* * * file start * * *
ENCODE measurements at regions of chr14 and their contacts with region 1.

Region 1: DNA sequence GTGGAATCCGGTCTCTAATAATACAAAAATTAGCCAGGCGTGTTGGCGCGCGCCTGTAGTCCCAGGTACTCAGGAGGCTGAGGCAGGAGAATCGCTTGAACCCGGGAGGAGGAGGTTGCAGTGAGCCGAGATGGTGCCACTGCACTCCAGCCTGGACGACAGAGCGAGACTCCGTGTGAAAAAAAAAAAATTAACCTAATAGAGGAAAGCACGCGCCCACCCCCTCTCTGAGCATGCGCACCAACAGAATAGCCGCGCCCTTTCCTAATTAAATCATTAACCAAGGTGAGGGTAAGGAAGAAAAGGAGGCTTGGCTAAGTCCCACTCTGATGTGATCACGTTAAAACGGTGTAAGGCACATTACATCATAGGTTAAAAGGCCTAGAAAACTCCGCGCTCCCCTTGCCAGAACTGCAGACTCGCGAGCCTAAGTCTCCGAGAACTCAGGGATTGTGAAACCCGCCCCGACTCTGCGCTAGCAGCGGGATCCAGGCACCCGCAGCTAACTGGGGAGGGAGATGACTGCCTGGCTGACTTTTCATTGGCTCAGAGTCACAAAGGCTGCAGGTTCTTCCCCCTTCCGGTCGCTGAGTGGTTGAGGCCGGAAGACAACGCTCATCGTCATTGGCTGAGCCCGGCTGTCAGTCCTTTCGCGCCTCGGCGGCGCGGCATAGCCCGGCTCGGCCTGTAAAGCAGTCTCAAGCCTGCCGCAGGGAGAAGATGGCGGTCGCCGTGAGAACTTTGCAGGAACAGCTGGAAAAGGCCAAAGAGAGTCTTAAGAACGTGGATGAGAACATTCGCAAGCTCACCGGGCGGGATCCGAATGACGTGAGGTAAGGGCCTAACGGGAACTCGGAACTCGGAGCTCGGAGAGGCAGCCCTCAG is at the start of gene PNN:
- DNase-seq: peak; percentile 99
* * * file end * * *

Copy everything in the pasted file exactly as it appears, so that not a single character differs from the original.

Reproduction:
ENCODE measurements at regions of chr14 and their contacts with region 1.

Region 1: DNA sequence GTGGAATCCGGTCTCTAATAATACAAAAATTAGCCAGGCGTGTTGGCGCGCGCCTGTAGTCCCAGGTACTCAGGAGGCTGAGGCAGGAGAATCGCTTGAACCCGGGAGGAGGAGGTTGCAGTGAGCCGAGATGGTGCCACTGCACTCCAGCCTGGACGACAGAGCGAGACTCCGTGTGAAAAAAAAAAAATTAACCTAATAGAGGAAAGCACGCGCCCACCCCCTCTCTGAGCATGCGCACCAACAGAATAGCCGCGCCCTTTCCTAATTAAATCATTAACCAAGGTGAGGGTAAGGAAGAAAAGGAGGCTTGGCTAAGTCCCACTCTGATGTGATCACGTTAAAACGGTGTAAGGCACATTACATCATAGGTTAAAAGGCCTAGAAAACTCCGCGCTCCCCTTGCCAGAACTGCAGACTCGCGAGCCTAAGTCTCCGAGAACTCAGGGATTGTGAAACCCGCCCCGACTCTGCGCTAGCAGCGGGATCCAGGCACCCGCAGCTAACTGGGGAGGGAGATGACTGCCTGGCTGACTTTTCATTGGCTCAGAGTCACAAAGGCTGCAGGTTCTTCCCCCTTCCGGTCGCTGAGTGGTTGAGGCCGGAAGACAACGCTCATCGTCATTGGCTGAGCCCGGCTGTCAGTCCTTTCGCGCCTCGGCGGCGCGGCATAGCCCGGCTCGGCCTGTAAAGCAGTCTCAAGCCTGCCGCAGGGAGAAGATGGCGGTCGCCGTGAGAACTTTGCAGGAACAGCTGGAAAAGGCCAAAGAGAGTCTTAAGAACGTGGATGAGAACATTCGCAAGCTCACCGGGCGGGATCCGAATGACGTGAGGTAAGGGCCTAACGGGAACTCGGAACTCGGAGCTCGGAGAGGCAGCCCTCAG is at the start of gene PNN:
- DNase-seq: peak; percentile 99